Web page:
Ukraine Is Not Taiwan
With Russian President Vladimir Putin sending troops into Ukraine, many journalists and analysts—even former President Donald Trump—have jumped to the conclusion that Taiwan is next. “Russia is in the headlines today, but China will be the spearhead of the authoritarian cause,” writes the Atlantic Council’s Michael Shuman.
But there is no direct link between Putin’s invasion of Ukraine and China’s taunting of Taiwan.
Ukraine separated from the Soviet Union just 31 years ago. China and Taiwan have had separate governments for 73 years; they were united under the same regime for just four of the last 127 years. Taiwan is essentially united in wanting to be free of Beijing’s rule, while Ukraine has had to deal with unruly separatist regions loyal to Moscow. Taiwan is a flourishing liberal democracy, while Ukraine has yet to build a lasting democratic infrastructure.
Both countries are threatened by unpredictable nearby autocrats. But they are certainly not the same, and the U.S. hasn’t treated them as such. Kharis Templeman of the Hoover Institution notes that “security support for Ukraine is recent, limited, and subsumed under broader concerns about Russia’s challenge to the post-Cold War European security order”; in Taiwan, by contrast, “American interests run deep.” The U.S. is Taiwan’s primary security partner and source of military aid, training, and arms sales. This history of engagement dates back more than seven decades, and it reflects the fact that Washington sees much more at stake if Taiwan faces aggression.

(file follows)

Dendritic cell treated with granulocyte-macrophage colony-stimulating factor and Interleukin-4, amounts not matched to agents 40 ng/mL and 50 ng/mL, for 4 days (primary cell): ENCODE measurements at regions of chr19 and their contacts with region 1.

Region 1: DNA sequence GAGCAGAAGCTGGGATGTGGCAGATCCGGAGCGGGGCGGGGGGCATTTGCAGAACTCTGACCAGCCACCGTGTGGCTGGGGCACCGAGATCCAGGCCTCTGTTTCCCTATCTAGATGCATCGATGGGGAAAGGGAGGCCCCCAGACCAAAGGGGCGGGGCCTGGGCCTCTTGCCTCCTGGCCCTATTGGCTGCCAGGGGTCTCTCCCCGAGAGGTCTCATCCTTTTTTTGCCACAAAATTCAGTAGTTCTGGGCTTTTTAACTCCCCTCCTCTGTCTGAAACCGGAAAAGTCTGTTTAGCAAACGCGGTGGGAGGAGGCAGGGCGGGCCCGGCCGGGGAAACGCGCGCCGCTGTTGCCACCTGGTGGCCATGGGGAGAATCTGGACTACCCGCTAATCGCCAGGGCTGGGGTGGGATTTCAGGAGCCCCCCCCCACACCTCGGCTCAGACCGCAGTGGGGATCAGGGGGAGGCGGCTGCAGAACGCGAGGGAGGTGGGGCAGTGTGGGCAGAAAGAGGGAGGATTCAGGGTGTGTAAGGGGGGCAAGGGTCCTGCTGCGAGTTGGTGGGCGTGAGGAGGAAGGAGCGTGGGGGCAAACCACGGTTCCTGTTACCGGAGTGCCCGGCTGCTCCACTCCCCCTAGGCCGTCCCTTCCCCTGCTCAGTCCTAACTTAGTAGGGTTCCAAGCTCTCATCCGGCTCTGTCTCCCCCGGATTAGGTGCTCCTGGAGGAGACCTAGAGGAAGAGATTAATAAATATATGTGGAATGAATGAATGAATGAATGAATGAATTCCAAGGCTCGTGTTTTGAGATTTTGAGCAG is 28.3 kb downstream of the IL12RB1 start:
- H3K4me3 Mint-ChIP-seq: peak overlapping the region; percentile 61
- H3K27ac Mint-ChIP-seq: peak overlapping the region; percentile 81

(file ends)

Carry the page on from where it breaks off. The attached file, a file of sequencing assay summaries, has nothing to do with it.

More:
Chinese President Xi Jinping believes the U.S. is a “fading superpower” that stands in the way of Chinese power. And China and Russia did recently establish an alliance (albeit a thin one). China came to Russia’s defense by supporting an end to NATO expansion, and Russia returned the favor by supporting China’s claim to Taiwan. China has also provided some relief to the Russian economy after the West reacted to the invasion with sanctions.
But China appears to have been surprised by Putin’s military action. Beijing’s response to the war has swayed between two stances it has been trying to hold s
Article from Reason.com